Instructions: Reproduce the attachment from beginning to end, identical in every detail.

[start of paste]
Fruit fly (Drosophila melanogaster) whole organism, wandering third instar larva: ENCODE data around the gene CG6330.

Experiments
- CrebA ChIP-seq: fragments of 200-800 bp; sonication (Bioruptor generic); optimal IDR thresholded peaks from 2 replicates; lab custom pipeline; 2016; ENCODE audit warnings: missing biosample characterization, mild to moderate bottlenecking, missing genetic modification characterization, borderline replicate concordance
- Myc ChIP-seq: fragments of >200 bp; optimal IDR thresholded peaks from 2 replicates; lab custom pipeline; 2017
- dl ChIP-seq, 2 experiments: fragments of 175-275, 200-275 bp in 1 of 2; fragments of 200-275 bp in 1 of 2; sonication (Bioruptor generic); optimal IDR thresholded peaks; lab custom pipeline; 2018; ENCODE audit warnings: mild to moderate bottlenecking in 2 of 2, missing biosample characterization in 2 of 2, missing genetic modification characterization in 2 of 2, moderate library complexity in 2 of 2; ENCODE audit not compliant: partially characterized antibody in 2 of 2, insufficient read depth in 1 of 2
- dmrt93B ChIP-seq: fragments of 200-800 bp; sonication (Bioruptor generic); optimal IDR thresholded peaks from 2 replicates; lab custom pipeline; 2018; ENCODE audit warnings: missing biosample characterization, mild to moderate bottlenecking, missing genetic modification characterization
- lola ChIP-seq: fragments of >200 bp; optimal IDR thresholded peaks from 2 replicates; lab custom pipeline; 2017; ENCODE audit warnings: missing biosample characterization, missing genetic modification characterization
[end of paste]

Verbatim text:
Fruit fly (Drosophila melanogaster) whole organism, wandering third instar larva: ENCODE data around the gene CG6330.

Experiments
- CrebA ChIP-seq: fragments of 200-800 bp; sonication (Bioruptor generic); optimal IDR thresholded peaks from 2 replicates; lab custom pipeline; 2016; ENCODE audit warnings: missing biosample characterization, mild to moderate bottlenecking, missing genetic modification characterization, borderline replicate concordance
- Myc ChIP-seq: fragments of >200 bp; optimal IDR thresholded peaks from 2 replicates; lab custom pipeline; 2017
- dl ChIP-seq, 2 experiments: fragments of 175-275, 200-275 bp in 1 of 2; fragments of 200-275 bp in 1 of 2; sonication (Bioruptor generic); optimal IDR thresholded peaks; lab custom pipeline; 2018; ENCODE audit warnings: mild to moderate bottlenecking in 2 of 2, missing biosample characterization in 2 of 2, missing genetic modification characterization in 2 of 2, moderate library complexity in 2 of 2; ENCODE audit not compliant: partially characterized antibody in 2 of 2, insufficient read depth in 1 of 2
- dmrt93B ChIP-seq: fragments of 200-800 bp; sonication (Bioruptor generic); optimal IDR thresholded peaks from 2 replicates; lab custom pipeline; 2018; ENCODE audit warnings: missing biosample characterization, mild to moderate bottlenecking, missing genetic modification characterization
- lola ChIP-seq: fragments of >200 bp; optimal IDR thresholded peaks from 2 replicates; lab custom pipeline; 2017; ENCODE audit warnings: missing biosample characterization, missing genetic modification characterization